Sunday, July 26, 2020

The Housing Crisis that Covid-19 is creating now

Of all the continuing pain and horror that Covid-19 (the coronavirus or simply Corona or commonly pandemic) is inflicting on the wold economy, add to it the housing market namely the renters and mortgage paying lot like me. The renters are so much up in arms because they have lost their jobs that the U.S. Congress had to pass a law that during Pandemic, no renter can be evicted solely on the basis on their inability to pay their rent on time. Although a great initiative and a great help to millions of renters who are unable to pay their rent due to loss of job and/or have their work hours reduced due to low demand, it has created a movement of rent strikes aimed at forcing the landlords to stop collecting rent and stop their eviction process until this pandemic ends. There is a great deal of resentment against landlords right now but it must be emphasized that the majority of the landlords are mom and pop operations with three or less houses to rent and all these houses are mostly under a mortgage. These mom and pop landlords depend upon the rental income to pay their mortgages, utilities and other upgrades of the houses and also of their daily expenses.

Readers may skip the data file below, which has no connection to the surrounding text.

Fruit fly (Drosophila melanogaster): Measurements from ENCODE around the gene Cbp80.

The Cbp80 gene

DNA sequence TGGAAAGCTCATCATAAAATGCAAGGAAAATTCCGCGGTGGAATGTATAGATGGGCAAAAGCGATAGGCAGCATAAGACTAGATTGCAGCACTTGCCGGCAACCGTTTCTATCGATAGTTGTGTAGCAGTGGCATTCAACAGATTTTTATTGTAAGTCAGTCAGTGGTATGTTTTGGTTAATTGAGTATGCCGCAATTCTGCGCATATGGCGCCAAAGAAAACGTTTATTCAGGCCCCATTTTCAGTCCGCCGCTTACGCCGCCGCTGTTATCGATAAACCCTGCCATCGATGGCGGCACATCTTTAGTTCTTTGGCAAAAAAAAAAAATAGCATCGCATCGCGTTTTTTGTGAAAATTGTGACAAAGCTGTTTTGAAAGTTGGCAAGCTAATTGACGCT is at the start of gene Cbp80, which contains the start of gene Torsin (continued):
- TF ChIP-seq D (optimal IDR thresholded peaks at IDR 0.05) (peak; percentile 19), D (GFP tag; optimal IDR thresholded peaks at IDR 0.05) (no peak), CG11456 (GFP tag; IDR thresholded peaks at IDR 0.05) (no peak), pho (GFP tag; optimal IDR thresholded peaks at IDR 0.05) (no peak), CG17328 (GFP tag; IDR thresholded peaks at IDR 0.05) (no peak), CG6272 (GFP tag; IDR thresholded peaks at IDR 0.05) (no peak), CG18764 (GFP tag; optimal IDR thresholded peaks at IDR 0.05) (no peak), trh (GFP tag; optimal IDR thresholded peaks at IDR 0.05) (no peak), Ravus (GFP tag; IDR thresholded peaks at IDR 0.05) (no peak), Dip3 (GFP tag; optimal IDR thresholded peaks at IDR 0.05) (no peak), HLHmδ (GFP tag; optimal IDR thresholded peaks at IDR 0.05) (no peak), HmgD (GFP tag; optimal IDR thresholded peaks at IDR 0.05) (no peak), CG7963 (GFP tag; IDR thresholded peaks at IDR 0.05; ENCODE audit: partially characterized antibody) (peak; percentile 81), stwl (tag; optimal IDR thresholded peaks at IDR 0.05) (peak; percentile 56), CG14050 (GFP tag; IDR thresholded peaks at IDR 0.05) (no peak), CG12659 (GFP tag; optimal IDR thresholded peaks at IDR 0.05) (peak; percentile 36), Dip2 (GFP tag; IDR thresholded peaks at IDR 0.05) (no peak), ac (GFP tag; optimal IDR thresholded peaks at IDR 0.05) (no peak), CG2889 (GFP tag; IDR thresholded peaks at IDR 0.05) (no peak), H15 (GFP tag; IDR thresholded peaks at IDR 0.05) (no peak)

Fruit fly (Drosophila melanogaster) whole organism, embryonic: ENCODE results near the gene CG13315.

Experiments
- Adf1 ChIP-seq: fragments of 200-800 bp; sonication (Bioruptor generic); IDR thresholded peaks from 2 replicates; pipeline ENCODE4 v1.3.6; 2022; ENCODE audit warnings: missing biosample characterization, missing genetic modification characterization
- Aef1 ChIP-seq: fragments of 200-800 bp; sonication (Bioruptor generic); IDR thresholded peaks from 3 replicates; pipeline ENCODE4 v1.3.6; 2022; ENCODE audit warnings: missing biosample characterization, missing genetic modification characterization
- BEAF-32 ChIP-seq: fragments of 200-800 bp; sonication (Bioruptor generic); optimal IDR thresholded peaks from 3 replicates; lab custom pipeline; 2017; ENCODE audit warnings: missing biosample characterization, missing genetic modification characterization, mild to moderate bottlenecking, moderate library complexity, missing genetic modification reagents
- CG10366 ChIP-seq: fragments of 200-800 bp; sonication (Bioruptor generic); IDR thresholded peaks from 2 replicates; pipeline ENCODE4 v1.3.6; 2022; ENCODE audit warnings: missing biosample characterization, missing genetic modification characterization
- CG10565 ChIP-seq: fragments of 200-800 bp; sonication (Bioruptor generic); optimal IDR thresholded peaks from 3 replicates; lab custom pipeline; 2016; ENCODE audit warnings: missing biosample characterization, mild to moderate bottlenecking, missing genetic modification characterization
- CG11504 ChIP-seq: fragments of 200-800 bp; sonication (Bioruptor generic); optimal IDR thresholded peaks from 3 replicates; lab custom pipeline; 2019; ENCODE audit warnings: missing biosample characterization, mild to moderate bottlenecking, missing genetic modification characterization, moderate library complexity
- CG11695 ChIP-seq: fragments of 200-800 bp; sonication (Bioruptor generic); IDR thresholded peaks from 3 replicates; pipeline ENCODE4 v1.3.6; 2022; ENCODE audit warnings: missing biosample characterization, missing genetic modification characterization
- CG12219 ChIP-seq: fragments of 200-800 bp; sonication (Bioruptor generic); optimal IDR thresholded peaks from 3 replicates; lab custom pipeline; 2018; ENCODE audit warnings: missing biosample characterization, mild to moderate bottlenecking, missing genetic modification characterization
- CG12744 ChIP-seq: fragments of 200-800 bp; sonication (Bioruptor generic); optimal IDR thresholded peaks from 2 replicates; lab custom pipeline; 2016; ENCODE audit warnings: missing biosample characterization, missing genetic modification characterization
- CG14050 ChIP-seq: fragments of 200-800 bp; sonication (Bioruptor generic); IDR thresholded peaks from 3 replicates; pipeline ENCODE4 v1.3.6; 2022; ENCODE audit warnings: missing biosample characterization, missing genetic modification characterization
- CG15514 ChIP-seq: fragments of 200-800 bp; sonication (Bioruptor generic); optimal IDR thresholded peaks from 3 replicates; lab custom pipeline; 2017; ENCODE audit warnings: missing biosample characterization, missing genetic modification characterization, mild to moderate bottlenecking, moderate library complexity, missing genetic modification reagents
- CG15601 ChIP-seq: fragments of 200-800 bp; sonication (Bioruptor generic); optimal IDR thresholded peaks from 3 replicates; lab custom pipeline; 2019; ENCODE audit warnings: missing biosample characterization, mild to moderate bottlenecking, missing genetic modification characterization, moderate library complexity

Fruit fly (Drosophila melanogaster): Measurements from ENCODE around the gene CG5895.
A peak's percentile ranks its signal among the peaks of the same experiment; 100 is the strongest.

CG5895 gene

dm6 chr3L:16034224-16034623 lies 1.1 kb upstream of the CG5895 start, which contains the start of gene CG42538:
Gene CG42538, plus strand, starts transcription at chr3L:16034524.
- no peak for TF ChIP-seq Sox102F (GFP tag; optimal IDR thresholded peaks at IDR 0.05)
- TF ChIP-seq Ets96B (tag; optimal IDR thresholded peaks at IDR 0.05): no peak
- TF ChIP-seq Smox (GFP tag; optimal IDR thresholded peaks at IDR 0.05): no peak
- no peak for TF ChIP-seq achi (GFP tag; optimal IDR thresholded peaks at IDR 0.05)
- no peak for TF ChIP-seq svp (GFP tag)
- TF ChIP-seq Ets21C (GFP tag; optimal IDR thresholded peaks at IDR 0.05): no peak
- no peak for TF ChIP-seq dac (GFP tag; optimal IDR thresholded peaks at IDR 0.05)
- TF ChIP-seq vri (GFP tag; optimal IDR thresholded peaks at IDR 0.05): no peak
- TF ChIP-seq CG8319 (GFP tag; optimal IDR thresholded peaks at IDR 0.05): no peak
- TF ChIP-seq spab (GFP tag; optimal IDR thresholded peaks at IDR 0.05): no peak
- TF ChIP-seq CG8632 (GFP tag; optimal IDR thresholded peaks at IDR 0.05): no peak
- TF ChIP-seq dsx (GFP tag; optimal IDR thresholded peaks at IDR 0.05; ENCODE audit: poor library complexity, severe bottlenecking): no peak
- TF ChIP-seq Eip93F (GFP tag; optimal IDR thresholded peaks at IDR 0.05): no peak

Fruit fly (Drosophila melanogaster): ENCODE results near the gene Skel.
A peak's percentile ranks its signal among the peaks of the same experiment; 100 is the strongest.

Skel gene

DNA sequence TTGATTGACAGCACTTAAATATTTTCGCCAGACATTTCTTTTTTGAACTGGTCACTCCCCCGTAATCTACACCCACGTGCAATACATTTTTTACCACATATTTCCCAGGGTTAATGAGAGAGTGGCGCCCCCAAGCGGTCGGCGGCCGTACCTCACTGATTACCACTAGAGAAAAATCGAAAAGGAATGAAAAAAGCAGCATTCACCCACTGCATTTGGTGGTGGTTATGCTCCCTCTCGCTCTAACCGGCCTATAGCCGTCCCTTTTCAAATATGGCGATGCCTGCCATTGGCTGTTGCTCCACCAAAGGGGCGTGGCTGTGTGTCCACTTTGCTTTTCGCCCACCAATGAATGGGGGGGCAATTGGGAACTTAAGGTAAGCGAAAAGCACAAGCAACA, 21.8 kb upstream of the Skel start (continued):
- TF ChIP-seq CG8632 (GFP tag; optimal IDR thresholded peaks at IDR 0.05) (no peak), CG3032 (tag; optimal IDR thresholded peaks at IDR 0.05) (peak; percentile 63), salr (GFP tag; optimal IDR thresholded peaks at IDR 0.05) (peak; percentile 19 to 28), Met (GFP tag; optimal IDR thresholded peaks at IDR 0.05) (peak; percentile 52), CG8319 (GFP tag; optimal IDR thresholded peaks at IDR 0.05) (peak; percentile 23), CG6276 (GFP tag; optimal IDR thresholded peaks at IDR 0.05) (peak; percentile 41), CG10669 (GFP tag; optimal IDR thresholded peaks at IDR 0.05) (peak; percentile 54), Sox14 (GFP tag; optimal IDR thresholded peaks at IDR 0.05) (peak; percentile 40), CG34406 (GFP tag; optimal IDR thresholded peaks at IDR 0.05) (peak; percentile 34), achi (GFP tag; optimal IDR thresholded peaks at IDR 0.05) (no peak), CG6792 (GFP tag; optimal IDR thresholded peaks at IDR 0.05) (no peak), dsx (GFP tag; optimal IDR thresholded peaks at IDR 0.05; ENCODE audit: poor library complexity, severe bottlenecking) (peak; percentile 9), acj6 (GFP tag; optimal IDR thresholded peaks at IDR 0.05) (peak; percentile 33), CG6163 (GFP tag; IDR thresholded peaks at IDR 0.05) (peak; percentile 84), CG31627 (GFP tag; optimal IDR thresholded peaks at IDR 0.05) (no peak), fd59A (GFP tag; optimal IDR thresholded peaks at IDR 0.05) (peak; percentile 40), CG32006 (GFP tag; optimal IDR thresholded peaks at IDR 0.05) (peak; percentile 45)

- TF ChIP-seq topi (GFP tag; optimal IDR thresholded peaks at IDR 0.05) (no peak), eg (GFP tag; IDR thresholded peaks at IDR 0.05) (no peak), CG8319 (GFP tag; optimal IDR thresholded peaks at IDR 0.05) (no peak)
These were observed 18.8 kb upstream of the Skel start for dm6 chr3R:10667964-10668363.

I have been a Landlord and I know how it feels to be under pressure financially. Not all Landlords own their houses and most of them are under mortgage and if for one month their rents are not being paid, it cascades into a financial crisis since the Mortgage and property taxes and utility bills and maintenance does not stop. I can understand that people who have lost their jobs are increasingly under financial stress and juggling to pay their pays and how to prioritize them. Will they want to pay their mortgage first and keep roof under their heads or will they pay their car payments in order to drive to groceries and job interviews if any. Will they keep their health insurance or buy groceries with their unemployment insurance and government assistance. These are hard questions and most of the people who have little to none financial cushion are having sleepless nights and get their dignity kicked to the ground by going to food banks for the first times in their lives. These same questions are being addressed by the same small time landlords whose rents are being put on hold.  Although it is a commendable idea that rents should be frozen until this pandemic ends (God knows when it will end) but the rush to stop their rent payments will also affect the small mom and pop landlords who will have no choice but to stop Mortgage payments and in turn will get notices from the banks for foreclosure which will also hurt the renters. The best thing now is to provide direct assistance to renters who have lost their jobs by giving them at least 50 percent of their rent payments and persuade the landlords to lower their rents by the same percentage for at least a year until the economy starts to recover somewhat.


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